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Brazilian market remains "unchanged" in medium term by TEF-Telecom Italia deal - analyst

Bnamericas Published: Tuesday, September 24, 2013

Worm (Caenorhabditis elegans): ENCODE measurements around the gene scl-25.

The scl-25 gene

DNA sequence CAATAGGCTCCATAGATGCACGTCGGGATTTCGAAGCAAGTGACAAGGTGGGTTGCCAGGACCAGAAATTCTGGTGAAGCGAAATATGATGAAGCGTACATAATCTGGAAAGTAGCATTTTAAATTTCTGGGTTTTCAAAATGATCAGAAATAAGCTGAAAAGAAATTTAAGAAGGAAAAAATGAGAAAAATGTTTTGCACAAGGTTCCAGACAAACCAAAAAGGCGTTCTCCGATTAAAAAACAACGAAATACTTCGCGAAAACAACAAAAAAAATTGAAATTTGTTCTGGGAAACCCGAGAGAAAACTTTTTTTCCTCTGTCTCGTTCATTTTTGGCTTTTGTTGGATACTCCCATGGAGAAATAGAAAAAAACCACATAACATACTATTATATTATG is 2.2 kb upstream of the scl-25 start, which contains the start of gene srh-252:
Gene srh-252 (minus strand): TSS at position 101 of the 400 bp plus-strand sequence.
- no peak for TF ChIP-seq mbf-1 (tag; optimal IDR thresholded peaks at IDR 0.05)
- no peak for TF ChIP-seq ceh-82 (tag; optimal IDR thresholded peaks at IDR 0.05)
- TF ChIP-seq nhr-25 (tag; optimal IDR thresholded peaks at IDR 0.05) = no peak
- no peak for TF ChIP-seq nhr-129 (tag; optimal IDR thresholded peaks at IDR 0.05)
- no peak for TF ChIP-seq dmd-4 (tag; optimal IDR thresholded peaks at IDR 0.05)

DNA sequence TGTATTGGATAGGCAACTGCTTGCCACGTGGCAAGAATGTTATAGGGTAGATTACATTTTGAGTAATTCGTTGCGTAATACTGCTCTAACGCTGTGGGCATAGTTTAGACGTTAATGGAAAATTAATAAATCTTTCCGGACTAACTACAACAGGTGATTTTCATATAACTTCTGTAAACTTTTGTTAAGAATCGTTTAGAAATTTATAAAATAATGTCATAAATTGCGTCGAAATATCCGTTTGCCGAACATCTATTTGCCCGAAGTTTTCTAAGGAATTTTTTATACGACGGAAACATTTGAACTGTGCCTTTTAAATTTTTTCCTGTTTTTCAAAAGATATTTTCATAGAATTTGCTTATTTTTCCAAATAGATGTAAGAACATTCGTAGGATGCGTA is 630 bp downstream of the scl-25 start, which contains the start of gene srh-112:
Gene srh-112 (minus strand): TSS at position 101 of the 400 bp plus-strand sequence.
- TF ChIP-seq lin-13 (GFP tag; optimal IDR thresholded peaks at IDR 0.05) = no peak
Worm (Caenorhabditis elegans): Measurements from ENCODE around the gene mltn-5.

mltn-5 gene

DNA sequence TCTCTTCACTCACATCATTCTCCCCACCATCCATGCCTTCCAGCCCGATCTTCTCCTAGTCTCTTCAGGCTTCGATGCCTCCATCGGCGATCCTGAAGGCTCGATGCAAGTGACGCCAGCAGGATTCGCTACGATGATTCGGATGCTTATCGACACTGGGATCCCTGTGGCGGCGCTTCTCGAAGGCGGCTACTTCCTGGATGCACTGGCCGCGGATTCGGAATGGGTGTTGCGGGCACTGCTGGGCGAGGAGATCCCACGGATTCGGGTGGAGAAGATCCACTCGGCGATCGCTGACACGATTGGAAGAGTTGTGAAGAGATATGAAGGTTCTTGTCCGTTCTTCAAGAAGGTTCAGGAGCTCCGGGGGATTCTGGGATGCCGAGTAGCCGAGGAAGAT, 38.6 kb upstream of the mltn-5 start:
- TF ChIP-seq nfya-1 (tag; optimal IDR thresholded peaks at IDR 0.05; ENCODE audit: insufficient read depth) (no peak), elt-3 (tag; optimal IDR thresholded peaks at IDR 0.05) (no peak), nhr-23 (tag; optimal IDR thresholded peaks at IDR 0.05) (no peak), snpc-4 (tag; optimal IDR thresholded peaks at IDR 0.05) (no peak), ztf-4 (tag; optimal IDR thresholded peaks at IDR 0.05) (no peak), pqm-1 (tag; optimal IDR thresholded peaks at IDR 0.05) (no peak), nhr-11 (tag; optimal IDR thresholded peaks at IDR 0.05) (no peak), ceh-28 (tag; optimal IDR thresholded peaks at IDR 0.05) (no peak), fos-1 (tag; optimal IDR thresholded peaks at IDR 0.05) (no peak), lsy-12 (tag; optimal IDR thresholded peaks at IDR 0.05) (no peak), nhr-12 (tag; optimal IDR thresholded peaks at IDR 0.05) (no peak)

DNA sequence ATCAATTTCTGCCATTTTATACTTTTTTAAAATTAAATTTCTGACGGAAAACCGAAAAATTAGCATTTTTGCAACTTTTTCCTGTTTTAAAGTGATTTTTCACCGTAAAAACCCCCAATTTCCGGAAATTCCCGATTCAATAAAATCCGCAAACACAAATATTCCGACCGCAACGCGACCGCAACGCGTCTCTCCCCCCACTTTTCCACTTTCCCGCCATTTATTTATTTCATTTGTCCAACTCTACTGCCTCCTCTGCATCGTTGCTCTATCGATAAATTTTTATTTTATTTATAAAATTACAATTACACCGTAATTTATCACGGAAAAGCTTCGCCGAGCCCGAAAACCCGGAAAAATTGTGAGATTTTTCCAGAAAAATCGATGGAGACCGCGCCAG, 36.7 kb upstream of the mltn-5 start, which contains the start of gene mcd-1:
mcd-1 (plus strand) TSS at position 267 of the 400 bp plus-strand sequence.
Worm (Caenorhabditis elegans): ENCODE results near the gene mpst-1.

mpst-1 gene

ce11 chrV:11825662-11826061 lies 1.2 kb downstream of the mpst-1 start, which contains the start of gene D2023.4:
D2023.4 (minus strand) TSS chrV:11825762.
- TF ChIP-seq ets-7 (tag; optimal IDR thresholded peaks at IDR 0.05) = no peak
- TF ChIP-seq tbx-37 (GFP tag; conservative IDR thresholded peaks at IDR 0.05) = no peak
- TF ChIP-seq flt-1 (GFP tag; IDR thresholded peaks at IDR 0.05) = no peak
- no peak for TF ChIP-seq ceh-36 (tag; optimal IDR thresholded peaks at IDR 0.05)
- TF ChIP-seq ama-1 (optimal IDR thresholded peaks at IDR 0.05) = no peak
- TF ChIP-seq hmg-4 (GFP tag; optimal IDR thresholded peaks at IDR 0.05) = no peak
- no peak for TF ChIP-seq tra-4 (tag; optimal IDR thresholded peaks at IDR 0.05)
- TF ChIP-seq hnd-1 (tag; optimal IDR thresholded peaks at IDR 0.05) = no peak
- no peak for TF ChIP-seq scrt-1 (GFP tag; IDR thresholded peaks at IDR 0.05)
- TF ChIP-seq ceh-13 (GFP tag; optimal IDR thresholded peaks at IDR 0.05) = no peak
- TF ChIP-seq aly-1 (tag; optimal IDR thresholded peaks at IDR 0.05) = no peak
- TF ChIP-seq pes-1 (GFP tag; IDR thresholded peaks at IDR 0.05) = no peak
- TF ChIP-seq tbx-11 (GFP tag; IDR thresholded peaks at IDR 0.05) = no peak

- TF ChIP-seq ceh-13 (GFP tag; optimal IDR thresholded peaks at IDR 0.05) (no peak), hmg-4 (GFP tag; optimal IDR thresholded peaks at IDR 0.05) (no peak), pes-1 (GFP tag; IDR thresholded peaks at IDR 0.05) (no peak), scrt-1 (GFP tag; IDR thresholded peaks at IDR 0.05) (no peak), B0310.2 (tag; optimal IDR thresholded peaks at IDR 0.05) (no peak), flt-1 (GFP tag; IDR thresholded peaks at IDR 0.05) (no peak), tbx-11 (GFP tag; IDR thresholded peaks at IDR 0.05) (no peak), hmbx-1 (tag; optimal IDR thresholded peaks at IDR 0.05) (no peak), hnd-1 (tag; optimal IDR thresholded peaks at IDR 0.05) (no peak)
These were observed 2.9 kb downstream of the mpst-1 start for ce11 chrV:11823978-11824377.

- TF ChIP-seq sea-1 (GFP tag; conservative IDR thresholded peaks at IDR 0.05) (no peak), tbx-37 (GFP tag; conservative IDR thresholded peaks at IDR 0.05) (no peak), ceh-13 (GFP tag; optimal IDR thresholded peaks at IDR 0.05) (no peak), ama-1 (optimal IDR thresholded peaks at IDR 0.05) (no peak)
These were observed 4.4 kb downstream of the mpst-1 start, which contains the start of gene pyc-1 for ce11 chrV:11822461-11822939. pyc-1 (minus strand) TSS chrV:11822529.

Although welcomed by investors, Spanish telco Telefónica's (NYSE: TEF) deal to progressively raise capital for - and eventually control - Telecom Italia (NYSE: TI) is not expected to alter the Brazilian mobile telephony market in the medium term, Frost & Sullivan telecoms analyst Renato Pasquini told BNamericas. In Brazil, TEF owns mobile telephony market frontrunner Vivo (NYSE: VIV), while Telecom Italia controls Vivo's closest rival, TIM Brasil (NYSE: TSU). Telecom Italia also controls Telecom Argentina. According to Brazilian regulatory agency Anatel's latest data from July, Vivo had a 28.7% market share, while TIM had 27.2%. Therefore, a hypothetical TIM buy-out would give TEF 56% of the market. Under the terms of the agreement announced, TEF is increasing its capital and stake in Telco, the holding behind Telecom Italia, to 66% while maintaining its voting rights at 46.2%. However, in a second phase, TEF could convert its shares into shares with voting rights and even acquire full control of Telco. According to Brazilian regulations, a single telecoms group cannot hold overlapping licenses for the same type of service in the same coverage area. Thus, mobile carriers Vivo and TIM, which have national licenses, could not continue to operate if both become controlled by Telefónica. There are two possibilities in the event of full control by TEF: either TEF agrees with shareholders that it will keep out of TIM and Telecom Argentina's operations, or Telecom Italia agrees to sell the two assets. Moreover, Anatel has had specific rules for TEF and Telecom Italia's operations in Brazil since TEF announced its entry into the Telco consortium in 2007. In July 2008, Anatel's board approved the shareholders' agreement signed by Telefónica and Telecom Italia with restrictions to prevent market concentration. Anatel's goal was that TIM and Vivo Brasil would remain independent as separate legal entities, with separate boards and business plans. The restrictions avoided merging, and overlapping licenses, or a situation in which one company could impose market or technological guidelines on the other. "Perhaps Anatel will review the rules established in 2007 and 2008, or impose new conditions. But I understand that the competition landscape does not change much in Brazil for now just with Telefónica's increased participation in Telecom Italia, as TEF was already Telco's main shareholder," Pasquini told BNamericas. "However, if and when there is a change of control and/or a sale of TIM in Brazil, then we would have a broader regulatory and antitrust analysis," added the analyst.

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